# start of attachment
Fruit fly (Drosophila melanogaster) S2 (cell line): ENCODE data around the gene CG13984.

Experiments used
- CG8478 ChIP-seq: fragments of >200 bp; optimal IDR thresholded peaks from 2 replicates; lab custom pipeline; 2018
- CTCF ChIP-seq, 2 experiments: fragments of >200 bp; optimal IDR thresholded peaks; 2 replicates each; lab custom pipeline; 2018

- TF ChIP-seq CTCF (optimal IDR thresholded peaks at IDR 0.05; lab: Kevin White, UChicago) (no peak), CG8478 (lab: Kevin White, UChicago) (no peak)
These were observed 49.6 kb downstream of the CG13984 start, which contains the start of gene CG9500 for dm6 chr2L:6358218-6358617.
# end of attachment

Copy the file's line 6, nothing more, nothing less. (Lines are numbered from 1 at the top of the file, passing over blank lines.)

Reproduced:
These were observed 49.6 kb downstream of the CG13984 start, which contains the start of gene CG9500 for dm6 chr2L:6358218-6358617.